Thursday, October 30, 2014

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Quick Facts

Students: 1,020
Location: Ave Maria, Florida
Founded: 2003
Majors: 29
Med. SAT: 1090
% Catholic: 82%
Med. H.S. GPA: 3.65
For admitted and enrolled traditional undergraduates - See more at: http://www.cardinalnewmansociety.org/TheNewmanGuide/RecommendedColleges/AquinasCollege.aspx#sthash.55sBes4Z.dpuf
For admitted and enrolled traditional undergraduates - See more at: http://www.cardinalnewmansociety.org/TheNewmanGuide/RecommendedColleges/AquinasCollege.aspx#sthash.55sBes4Z.dpuf
How Much? $27,686
tuition, room and board
For admitted and enrolled traditional undergraduates - See more at: http://www.cardinalnewmansociety.org/TheNewmanGuide/RecommendedColleges/AquinasCollege.aspx#sthash.55sBes4Z.dpuf
For admitted & enrolled traditional undergrads.
Most up-to-date information as of 8/1/14
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Phone: 239-280-2556  Address: 5080 Annunciation Circle, Suite 101, Ave Maria, FL 34142-9505
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President's Letter
Welcome to Ave Maria University!

We offer a sound liberal arts education that is authentically Catholic and academically rigorous. The class sizes are small and almost 90% of our full-time faculty have PhDs, providing students the tools they need to become critical thinkers, competent writers, and lovers of learning. Building upon a strong core curriculum, Ave Maria offers 29 majors, including new ones in finance, health sciences, and education and is even working on developing a nursing program. Together with the Board of Trustees, I am proud to affirm our Catholic identity: “Ave Maria University is a Catholic, liberal arts institution of higher learning dedicated to the formation of joyful, intentional followers of Jesus Christ through Word and Sacrament, scholarship and service, inspired by Saint John Paul II and Blessed Teresa of Calcutta and devoted to Mary, the Mother of God.”

Our graduates have been admitted to law and medical schools and other graduate programs of distinction. Indeed, despite our young history, an Ave Maria education has been a springboard for many to promising careers and vocations. A number of our graduates have entered the seminary or religious life. Others have discovered their calling to the married life – many with a fellow Ave classmate! We believe that university life should provide an environment for young men and women to mature into responsible adults who celebrate their faith in Jesus Christ and apply their knowledge to the challenges of the 21st century. While attendance at Mass on Sunday by Catholic students is not mandatory on our campus, it is expected, and the moral climate in our dorms allows our students to maintain the values instilled in them by their parents.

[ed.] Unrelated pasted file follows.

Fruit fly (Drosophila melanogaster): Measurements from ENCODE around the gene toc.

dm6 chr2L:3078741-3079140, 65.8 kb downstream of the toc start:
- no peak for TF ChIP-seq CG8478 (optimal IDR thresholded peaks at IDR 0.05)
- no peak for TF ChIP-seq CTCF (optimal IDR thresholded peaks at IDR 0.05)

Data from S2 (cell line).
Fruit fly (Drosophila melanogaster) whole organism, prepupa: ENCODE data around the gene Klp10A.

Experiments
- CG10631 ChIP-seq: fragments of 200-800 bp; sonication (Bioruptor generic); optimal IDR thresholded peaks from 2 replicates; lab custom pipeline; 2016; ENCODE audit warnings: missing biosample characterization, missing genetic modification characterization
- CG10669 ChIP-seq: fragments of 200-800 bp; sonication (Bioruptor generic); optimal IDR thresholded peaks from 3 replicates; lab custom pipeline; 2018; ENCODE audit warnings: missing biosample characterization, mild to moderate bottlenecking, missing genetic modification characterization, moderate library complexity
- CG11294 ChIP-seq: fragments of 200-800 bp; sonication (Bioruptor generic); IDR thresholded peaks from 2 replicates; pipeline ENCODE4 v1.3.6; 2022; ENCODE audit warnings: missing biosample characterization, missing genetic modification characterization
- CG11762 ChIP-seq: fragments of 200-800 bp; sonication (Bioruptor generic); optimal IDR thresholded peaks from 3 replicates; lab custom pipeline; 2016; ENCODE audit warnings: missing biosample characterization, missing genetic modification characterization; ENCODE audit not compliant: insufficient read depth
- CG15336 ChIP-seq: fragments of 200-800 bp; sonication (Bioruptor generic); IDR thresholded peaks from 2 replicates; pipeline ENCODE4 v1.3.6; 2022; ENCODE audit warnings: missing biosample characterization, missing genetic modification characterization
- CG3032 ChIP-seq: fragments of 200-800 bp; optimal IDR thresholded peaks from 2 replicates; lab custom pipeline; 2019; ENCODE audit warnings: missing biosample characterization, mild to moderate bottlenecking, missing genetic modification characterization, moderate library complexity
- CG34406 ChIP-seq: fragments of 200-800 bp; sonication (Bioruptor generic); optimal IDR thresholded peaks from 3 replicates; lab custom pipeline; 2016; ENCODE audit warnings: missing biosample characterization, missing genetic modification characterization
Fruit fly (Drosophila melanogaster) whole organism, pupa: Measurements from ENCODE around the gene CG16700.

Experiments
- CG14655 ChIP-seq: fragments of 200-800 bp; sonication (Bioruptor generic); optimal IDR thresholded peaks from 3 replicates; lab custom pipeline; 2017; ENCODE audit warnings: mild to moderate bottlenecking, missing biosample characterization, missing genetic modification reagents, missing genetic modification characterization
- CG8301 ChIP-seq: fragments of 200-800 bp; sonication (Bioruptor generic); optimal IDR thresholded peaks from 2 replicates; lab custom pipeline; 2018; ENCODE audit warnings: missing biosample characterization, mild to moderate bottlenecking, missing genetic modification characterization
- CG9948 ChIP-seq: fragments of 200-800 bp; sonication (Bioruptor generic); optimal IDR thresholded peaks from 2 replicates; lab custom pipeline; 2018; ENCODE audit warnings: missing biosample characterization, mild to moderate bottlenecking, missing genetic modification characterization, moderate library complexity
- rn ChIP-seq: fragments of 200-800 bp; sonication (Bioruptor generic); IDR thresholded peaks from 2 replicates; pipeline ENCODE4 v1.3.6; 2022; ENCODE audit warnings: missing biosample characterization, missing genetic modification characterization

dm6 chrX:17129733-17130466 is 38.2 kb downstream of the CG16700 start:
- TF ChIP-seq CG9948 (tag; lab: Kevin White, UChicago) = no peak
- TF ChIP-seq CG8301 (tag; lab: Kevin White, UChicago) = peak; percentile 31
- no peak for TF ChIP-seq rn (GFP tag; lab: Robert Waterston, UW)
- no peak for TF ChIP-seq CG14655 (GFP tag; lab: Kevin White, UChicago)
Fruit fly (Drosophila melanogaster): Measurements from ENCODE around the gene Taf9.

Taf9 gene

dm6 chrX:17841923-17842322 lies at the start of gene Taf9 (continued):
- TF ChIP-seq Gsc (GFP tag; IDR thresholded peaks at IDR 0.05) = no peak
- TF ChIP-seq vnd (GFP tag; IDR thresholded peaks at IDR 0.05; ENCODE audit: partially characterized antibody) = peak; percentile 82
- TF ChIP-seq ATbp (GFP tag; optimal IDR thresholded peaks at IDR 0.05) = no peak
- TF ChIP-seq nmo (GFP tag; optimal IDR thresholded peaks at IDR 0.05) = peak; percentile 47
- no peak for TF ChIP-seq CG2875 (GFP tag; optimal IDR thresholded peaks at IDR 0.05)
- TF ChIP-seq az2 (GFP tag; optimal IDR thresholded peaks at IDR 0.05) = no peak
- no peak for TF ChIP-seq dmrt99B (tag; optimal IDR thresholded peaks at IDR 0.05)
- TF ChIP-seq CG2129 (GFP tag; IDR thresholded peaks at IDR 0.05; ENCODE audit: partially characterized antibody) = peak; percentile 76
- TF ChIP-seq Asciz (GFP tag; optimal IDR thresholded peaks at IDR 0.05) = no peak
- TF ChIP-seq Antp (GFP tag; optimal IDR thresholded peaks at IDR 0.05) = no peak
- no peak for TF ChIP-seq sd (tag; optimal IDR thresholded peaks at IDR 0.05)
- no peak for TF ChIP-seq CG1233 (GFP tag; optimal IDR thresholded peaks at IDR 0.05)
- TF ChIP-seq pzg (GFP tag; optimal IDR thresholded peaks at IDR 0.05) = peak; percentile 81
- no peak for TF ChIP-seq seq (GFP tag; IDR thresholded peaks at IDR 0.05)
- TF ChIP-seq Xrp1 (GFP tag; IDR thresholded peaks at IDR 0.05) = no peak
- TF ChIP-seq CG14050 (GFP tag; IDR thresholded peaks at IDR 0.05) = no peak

Ave Maria University is becoming the epicenter of devotion to Blessed Teresa of Calcutta in Catholic higher education and throughout the Americas. In 2013, the religious order Mother Teresa founded in Calcutta, the Missionaries of Charity, granted the University official permission to establish the “Mother Teresa Project at Ave Maria University,” the first-of-its-kind in the world. No college campus in America has a program of study and service which honors this Nobel Peace Prize winner who many believe was the most beloved individual of the 20th century. The Mother Teresa Project at Ave Maria offers students many and varied service opportunities in local communities and via mission trips to places such as Calcutta, India; Mexico City, Mexico; and Port-au-Prince, Haiti.  Come visit the museum that honors her legacy - the more you learn about Mother Teresa, the more you will want to follow in her footsteps.

It is clear to me that what our founder, Tom Monaghan, envisioned is coming to fruition, and that the Lord is honoring His holy Mother by blessing us with another year of record enrollment this fall. Put simply, Ave Maria is unique, affordable, and authentic.

I hope you will visit our campus and see for yourselves why Ave Maria University is attracting some of our country’s finest scholars and students.

Kind regards,

Jim Towey



Information from Career Services
Ave Maria University Career Services offers a full range of programming and services to meet the professional development needs of students and alumni. Individual advising and career development workshops cover topics including choosing majors, self-assessment, career exploration, vocational discernment, resume/cover letter writing, job search strategies, interviewing, professional networking and planning for graduate school. On-campus career and graduate school fairs and employer presentations provide face-to-face opportunities for students to network and explore career options.  Our online recruiting management database, College Central Network, provides the venue for organizing job and internship listings, employers, and student and alumni information. Students and alumni are encouraged to take ownership of their career direction to achieve their immediate and long term goals by taking advantage of these resources.